Bridging Two Worlds
Despite the different aesthetic traditions that influence a mosque's exterior, part of the function of the exterior facade is to conceal the mosque's interior from outsiders. The mosque's entryway bridges these two worlds. The relative splendor of a mosque's entry is to some extent a reflection of the community's wealth, or that of the mosque's patrons, but it is also a focus of vernacular architectural traditions.
Mosque, Village of Sengaben
Although the entry (upper left) into the mosque's low-walled courtyard is quite plain, the community of Sengaben has lavished a great deal of attention upon the entryway into the mosque's prayer hall. Resembling the "Three-Tower" type mosque built at a more monumental scale at Djenné and Mopti, the entryway facade is dominated by a large, toron-studded central tower flanked by two smaller towers that also buttress the edifice. These towers are not built above the mosque's mihrab, which is found on the opposite wall, but in echoing its arrangement, the towers lends additional symmetry to the mosque's overall design. Buttress-like pilasters break up the vertical space between these towers, while bands of square and triangular niches and orderly rows of toron add a decorative horizontal element to the facade. The paired doorways are simple post-and-lintel arrangements.
Sidi Yahia Mosque and Madrasah, Timbuktu
Likely dating to the 15th century, Sidi Yahia (upper left) is one of a trio of ancient stone and mud-brick mosques in Timbuktu. Instead of a trio of towers there is a trio of pointed arch doorways. The central doorway, the largest of the three, is topped by a triangular pediment and flanked by pilasters that echo the pediment's triangular shape. Ornate wooden doors fill each of the arched openings.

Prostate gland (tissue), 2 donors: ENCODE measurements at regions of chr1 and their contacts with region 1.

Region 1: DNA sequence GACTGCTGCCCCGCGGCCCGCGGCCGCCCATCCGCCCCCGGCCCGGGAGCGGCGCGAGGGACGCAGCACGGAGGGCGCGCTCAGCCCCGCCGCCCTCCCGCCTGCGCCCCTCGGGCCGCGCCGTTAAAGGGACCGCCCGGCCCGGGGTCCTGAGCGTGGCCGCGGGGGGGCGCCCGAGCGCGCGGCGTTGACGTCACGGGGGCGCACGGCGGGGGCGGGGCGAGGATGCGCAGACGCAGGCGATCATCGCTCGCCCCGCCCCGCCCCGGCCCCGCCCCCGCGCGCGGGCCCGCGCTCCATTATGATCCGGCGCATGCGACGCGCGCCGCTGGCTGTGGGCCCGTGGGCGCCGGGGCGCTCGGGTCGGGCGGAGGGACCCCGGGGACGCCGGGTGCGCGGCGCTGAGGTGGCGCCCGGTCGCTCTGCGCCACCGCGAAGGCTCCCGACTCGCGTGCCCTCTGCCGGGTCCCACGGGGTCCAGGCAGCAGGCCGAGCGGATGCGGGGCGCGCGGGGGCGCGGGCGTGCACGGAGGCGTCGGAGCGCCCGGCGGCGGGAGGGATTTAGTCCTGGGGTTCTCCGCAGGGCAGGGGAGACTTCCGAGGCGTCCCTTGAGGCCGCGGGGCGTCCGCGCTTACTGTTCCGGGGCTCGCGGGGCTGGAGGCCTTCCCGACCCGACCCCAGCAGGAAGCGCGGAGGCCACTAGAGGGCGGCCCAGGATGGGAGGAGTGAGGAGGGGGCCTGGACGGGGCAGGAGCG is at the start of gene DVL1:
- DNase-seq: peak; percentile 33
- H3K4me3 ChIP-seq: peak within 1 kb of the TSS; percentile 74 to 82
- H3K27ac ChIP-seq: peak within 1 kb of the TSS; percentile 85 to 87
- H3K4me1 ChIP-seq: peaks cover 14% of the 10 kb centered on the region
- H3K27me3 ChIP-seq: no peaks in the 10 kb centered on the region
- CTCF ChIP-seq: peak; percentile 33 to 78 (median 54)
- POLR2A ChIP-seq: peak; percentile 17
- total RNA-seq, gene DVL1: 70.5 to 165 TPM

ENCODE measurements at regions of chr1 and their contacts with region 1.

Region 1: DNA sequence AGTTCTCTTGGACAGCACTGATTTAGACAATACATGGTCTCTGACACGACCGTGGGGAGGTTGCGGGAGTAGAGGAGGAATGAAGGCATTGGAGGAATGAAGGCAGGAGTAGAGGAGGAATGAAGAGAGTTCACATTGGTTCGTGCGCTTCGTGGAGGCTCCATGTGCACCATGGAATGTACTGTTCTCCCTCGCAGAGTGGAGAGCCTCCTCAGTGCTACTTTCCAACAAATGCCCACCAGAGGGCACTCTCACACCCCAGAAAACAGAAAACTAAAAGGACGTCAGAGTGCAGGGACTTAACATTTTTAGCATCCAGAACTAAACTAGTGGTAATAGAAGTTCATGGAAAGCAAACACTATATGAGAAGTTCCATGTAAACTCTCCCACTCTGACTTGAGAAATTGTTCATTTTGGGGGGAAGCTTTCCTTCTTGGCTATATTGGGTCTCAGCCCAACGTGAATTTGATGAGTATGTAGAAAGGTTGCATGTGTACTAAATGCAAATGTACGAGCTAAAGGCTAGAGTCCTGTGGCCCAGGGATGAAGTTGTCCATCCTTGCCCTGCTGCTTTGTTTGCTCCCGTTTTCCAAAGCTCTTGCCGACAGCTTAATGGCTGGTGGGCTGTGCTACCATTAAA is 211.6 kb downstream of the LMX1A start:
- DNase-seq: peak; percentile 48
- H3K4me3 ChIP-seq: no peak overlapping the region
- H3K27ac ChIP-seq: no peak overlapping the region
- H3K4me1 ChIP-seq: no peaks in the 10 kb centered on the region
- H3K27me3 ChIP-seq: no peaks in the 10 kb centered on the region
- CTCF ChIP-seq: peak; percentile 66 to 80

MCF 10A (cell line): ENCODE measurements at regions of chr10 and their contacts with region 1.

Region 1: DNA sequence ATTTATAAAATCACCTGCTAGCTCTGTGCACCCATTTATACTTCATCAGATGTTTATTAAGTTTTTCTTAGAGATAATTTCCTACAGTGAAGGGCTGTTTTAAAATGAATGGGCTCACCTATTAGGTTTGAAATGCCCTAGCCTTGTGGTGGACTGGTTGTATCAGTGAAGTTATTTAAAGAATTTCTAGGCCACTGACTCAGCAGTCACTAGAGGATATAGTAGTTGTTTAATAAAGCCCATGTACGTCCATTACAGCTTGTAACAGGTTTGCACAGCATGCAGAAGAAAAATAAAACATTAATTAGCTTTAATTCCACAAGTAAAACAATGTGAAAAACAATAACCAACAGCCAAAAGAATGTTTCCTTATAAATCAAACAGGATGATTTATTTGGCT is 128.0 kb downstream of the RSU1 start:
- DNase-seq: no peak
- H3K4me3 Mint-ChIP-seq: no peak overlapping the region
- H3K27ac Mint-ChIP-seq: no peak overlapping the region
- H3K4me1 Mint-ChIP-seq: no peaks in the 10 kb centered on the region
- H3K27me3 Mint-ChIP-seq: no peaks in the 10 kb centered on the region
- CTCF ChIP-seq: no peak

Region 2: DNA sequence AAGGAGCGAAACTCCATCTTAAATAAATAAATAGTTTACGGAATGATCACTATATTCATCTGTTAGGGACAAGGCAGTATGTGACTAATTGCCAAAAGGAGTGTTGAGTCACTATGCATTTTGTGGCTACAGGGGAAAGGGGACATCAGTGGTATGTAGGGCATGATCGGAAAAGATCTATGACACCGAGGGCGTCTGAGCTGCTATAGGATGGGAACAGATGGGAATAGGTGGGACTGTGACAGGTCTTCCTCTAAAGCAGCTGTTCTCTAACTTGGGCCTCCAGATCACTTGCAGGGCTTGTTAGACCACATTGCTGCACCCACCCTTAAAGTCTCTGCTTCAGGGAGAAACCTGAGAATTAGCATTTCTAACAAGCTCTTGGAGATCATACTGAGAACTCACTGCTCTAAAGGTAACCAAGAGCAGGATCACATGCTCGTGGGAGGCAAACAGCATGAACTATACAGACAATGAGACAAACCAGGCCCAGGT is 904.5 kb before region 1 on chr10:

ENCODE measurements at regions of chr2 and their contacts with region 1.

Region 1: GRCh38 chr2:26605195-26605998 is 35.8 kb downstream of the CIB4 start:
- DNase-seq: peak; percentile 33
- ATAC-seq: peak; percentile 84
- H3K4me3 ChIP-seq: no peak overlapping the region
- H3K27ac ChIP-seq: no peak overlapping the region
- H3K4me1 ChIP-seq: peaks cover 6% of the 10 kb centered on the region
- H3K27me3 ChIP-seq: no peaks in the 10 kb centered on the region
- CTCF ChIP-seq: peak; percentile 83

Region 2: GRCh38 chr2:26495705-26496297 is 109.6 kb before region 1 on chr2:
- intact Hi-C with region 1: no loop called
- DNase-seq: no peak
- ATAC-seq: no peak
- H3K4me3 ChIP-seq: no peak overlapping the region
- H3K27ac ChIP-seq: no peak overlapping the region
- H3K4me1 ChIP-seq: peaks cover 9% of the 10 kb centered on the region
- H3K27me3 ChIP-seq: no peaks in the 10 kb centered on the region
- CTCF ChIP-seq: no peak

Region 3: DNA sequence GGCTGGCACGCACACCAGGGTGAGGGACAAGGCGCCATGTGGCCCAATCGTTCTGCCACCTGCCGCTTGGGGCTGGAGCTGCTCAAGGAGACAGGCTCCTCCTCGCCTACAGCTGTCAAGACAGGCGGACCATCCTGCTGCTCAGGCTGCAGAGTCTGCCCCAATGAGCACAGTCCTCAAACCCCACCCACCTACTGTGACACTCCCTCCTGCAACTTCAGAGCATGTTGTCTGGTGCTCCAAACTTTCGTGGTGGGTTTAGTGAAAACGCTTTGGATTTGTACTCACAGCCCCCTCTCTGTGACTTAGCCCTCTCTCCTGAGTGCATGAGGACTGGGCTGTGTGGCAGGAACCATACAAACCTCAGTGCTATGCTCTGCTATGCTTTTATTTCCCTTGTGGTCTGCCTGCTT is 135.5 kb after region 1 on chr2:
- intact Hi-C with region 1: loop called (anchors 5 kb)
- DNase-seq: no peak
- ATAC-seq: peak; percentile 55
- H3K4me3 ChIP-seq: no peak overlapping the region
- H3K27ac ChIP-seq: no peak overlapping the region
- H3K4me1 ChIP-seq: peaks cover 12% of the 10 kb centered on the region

Greats Mosques of Djenné and Mopti
The entryways of the Great Mosques of both Djenné and Mopti (center left) enter the mosque's prayer hall at an angle perpendicular to the qibla wall. In both cases, the entryway is composed of three massive mud-brick pilasters that support a parapet with rows of toron and projecting conical pinnacles. This style of entryway is not limited to sacred buildings, but is echoed in the principal facades of elite residences in the city of Djenné itself.
Great Mosque at Kotaka
The entryway of the Great Mosque at Kotaka (lower left) resembles the entryway of the Sengaben mosque realized on a monumental scale. Like the Sengaben mosque, the mosque at Kotaka reflects something of the three-tower type facade common in many parts of Mali, although Kotaka has five towers on its entryway facade if we include the two tower-like corner buttresses. And also like Sengaben, this facade in fact mirrors the architectural arrangement of the mosque's qibla wall at the opposite end of the building, adding an additional element of symmetry to the overall design. Yet where the towers of mosques like Djenné are box-like, the towers of Kotaka's Great Mosque are narrow cylinders studded with toron and topped with conical pinnacles. The vertical spaces between towers are broken up by buttress-like pilasters while its horizontal rows of toron cover the entire facade. Ornate window covers fill the facade's numerous window openings, illuminating the mosque's interior. The post-and-lintel doorway visible in this image is framed by a horseshoe arch with a rounded crown.